Advantages for the Employer

For any plan to be workable over the long-term, it must be advantageous to all parties. We will discuss the advantages, as well as the disadvantages of executive bonus plans to both the executive and employer. Let's start by looking at the advantages that an employer can expect to receive by installing an executive bonus plan.


Not unlike nonqualified plans, an executive bonus plan allows an employer to include a single employee or a class of employees in the plan and exclude all other employees. The selectivity provided by an executive bonus plan affords clear advantages to the employer.

The most obvious advantage is that, since the employer is not required to include other employees (as it would be in a qualified plan), the plan costs are reduced. A less obvious-but equally important-advantage is the favorable impact that an executive bonus plan has on the executive. Although the bonus nature of the compensation is certainly motivating, the fact that the particular executive has been selected by his or her employer for special compensation and treatment satisfies the executive's need to feel important and helps build loyalty. The executive bonus plan thus enables the employer to reward the key executive both financially and emotionally.

 Current Income Tax Deduction

One of the initial employer concerns about nonqualified plans is that they do not qualify for a current employer income tax deduction since they fail to meet the nondiscrimination, participation and other ERISA qualified plan requirements. The executive bonus plan does not present this obstacle to the sale.

Employer contributions to an executive bonus plan are deductible from the employer's income in the year in which the contribution is made. The reason that the employer receives the current tax deduction is because the premium paid for the executive-owned life insurance is considered current compensation to the executive, rather than a contribution to a nonqualified plan. As compensation to the executive, the amount of the bonus is included in the executive's W-2 statement of earnings and taxable as ordinary income.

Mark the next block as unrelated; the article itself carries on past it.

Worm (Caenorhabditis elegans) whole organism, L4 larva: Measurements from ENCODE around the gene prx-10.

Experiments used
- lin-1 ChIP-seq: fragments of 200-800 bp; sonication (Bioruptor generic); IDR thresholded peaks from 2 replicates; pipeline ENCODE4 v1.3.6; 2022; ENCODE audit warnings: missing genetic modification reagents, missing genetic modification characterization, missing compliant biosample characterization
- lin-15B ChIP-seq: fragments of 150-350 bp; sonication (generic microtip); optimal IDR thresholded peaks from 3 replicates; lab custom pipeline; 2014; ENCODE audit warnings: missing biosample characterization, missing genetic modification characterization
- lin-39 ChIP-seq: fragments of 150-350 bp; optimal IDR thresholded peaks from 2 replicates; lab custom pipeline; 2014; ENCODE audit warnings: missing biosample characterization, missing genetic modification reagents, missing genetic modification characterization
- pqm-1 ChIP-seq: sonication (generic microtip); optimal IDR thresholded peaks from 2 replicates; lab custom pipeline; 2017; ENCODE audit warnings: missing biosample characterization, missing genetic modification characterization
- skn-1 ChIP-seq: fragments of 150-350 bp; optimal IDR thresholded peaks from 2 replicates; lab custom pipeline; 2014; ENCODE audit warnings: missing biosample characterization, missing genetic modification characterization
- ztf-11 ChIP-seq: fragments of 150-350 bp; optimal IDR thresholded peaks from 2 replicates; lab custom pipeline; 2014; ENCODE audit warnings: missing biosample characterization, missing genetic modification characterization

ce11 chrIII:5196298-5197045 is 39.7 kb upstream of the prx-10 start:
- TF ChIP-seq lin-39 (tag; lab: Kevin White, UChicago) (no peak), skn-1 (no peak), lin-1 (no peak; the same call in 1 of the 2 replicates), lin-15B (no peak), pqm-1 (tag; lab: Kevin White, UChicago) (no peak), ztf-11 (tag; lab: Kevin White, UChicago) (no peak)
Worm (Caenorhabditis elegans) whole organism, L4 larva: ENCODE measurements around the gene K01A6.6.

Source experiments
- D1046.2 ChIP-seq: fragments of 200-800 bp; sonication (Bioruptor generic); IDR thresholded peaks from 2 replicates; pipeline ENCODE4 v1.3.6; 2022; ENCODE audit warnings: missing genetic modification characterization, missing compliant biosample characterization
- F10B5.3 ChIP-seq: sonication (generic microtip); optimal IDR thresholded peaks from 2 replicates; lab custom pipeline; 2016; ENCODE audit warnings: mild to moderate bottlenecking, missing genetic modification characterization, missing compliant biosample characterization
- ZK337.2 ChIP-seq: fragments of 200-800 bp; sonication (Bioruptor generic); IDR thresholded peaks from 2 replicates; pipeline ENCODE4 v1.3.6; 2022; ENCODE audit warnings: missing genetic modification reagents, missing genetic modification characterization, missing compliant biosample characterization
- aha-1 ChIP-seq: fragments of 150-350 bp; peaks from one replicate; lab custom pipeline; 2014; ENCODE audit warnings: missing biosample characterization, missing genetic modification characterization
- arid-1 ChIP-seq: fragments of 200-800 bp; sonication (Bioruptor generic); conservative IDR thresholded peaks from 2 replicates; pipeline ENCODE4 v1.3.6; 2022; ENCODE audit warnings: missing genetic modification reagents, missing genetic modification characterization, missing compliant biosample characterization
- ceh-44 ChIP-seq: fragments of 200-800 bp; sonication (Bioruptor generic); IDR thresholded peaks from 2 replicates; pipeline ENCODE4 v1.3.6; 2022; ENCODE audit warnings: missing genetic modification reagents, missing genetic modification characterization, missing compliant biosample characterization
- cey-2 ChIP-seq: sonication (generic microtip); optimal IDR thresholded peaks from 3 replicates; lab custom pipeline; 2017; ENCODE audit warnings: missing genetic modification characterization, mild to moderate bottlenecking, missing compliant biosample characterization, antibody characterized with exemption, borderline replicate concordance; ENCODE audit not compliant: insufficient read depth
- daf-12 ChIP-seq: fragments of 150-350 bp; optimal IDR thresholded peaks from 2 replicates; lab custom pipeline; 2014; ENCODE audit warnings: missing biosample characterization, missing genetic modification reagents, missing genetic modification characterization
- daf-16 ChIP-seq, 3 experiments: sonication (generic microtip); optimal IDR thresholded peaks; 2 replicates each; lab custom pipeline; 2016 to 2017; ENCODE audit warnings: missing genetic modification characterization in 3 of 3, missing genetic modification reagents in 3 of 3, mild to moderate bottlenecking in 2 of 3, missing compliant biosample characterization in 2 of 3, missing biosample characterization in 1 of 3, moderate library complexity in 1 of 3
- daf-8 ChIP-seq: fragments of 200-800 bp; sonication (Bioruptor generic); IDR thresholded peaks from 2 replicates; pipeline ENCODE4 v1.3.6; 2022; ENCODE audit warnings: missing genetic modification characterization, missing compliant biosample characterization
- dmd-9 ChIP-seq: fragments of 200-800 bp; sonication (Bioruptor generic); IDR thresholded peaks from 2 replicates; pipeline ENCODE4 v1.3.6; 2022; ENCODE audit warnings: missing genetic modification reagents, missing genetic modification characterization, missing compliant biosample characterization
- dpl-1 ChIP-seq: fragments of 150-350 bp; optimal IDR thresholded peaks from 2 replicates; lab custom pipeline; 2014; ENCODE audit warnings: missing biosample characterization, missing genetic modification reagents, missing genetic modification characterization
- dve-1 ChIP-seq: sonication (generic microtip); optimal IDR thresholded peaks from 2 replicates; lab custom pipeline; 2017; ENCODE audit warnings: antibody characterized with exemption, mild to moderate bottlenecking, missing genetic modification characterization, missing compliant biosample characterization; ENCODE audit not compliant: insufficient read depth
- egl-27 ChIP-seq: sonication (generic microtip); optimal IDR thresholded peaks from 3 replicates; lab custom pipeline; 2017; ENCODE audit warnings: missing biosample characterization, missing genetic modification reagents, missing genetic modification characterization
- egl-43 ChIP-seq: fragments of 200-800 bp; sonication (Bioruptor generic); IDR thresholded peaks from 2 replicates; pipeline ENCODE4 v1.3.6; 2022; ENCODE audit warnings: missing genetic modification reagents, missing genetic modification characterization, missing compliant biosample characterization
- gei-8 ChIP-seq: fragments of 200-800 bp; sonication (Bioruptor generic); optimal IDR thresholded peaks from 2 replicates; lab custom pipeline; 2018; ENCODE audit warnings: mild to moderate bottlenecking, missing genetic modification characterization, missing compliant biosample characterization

Ease of Communication and Administration

Communicating the operation and benefits of a basic executive bonus plan to an executive is a simple matter. Premiums paid are compensation, subject to ordinary income taxation, and the life insurance policy details the executive's rights and benefits. The only area in which communication may be problematic relates to the method-if any-in which the bonus is determined. That, however, is entirely within the control of the employer.

Plan communication requirements are not solely in relation to the plan participant, however; reporting and disclosure requirements may also apply. As we will discuss at greater length later in this course when we examine ERISA requirements, there are no government reporting or disclosure requirements that apply to the typical executive bonus plan.

Administration of an executive bonus plan is equally simple. From the employer's perspective, the bonused premium payment is nothing more than compensation, identical to the executive's salary. The accounting that applies to salary also applies to the premium payment. Other than furnishing the plan document (usually the resolution of the board of directors), if requested, to the Department of Labor there are no administration requirements.

 Advantages to the Executive  
Post-Retirement Benefits

From the viewpoint of the executive, one of the drawbacks of many employer plans is that benefits end when the executive's service ends. Consider some of the major employee benefits. Group health, life and disability insurance all generally cease at the time the executive retires. Not so the benefits of an executive bonus plan.